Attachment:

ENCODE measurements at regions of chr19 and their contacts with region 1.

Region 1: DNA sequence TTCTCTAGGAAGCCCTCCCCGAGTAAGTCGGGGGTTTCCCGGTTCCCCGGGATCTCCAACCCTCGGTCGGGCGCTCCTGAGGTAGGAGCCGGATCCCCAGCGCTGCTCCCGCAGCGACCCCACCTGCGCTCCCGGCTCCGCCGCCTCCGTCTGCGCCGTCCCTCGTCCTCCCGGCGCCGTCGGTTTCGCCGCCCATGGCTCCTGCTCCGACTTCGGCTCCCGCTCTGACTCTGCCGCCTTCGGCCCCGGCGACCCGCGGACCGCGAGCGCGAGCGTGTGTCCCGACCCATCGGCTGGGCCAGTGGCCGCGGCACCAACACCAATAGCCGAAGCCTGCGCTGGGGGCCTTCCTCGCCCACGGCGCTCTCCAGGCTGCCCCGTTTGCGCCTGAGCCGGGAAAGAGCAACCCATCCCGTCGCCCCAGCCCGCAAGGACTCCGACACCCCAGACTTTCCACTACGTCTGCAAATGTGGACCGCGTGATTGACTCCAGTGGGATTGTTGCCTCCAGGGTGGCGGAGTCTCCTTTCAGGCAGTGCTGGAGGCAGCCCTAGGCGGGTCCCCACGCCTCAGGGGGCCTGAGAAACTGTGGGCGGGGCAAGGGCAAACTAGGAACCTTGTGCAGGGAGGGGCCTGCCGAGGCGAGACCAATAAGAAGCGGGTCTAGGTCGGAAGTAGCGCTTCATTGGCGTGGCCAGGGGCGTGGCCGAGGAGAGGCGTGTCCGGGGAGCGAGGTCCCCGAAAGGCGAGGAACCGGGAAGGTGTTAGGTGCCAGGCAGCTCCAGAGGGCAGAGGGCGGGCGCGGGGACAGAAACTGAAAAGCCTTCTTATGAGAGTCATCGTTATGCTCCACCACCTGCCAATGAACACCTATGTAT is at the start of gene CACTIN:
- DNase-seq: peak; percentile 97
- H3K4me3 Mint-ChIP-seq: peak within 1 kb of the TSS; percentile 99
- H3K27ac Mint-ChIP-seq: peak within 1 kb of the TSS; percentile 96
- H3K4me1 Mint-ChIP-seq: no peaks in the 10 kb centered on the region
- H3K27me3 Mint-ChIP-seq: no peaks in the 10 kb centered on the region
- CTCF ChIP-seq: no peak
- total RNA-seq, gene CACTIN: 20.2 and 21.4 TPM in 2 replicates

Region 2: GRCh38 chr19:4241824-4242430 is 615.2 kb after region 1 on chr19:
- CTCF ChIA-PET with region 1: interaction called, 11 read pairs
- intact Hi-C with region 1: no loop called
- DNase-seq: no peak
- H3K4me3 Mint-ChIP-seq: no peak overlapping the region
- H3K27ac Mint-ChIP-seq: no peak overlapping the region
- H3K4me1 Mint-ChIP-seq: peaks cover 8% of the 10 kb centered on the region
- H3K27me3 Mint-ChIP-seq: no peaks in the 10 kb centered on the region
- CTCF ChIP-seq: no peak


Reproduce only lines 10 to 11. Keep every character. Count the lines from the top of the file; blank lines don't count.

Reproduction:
Region 2: GRCh38 chr19:4241824-4242430 is 615.2 kb after region 1 on chr19:
- CTCF ChIA-PET with region 1: interaction called, 11 read pairs